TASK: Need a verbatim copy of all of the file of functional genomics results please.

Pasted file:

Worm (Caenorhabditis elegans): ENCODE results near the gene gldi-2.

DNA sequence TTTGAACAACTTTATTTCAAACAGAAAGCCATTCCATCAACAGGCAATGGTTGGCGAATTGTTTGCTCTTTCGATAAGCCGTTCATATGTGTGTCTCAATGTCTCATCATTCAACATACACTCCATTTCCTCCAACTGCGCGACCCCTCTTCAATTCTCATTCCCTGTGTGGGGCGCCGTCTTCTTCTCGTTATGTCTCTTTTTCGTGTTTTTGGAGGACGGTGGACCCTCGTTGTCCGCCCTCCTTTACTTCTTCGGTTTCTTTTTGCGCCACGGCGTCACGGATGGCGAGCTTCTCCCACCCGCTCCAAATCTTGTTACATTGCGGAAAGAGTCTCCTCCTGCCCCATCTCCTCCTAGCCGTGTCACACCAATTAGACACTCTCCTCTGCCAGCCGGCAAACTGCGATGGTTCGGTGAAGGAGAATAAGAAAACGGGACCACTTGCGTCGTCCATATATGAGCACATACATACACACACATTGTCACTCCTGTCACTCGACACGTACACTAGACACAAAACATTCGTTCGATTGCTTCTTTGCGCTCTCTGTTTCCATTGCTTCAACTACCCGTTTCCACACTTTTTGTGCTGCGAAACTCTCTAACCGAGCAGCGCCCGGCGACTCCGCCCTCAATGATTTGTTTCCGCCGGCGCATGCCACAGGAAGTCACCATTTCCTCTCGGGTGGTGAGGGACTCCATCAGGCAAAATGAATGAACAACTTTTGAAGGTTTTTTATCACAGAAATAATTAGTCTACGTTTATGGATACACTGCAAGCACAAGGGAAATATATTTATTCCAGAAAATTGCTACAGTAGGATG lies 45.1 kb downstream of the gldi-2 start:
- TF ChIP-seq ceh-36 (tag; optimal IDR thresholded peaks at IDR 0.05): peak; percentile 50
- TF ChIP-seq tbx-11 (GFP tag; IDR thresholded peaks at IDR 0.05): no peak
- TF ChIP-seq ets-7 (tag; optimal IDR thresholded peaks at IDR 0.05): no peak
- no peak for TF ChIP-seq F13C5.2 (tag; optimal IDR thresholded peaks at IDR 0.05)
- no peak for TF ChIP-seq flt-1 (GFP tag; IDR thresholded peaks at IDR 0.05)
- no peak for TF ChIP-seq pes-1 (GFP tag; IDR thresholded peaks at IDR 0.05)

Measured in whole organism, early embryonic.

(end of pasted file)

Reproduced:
Worm (Caenorhabditis elegans): ENCODE results near the gene gldi-2.

DNA sequence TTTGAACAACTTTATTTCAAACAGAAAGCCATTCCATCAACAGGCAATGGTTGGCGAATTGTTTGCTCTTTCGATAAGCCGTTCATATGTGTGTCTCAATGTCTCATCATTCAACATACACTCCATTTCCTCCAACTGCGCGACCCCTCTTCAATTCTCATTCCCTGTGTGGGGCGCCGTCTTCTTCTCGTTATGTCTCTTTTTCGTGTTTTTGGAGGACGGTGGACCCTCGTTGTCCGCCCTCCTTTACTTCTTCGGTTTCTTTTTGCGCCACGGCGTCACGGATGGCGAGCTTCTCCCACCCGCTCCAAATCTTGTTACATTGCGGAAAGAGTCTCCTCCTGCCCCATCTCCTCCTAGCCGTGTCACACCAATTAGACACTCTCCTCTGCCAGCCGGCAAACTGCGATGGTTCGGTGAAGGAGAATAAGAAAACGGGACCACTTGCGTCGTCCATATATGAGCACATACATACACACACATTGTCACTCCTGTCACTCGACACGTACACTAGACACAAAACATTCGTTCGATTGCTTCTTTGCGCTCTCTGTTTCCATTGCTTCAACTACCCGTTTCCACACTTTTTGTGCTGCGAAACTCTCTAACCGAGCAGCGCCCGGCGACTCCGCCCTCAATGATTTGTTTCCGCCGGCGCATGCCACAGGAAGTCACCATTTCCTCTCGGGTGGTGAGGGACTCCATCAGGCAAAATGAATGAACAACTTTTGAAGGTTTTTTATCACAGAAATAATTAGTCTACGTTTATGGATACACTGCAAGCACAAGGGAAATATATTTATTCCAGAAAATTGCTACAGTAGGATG lies 45.1 kb downstream of the gldi-2 start:
- TF ChIP-seq ceh-36 (tag; optimal IDR thresholded peaks at IDR 0.05): peak; percentile 50
- TF ChIP-seq tbx-11 (GFP tag; IDR thresholded peaks at IDR 0.05): no peak
- TF ChIP-seq ets-7 (tag; optimal IDR thresholded peaks at IDR 0.05): no peak
- no peak for TF ChIP-seq F13C5.2 (tag; optimal IDR thresholded peaks at IDR 0.05)
- no peak for TF ChIP-seq flt-1 (GFP tag; IDR thresholded peaks at IDR 0.05)
- no peak for TF ChIP-seq pes-1 (GFP tag; IDR thresholded peaks at IDR 0.05)

Measured in whole organism, early embryonic.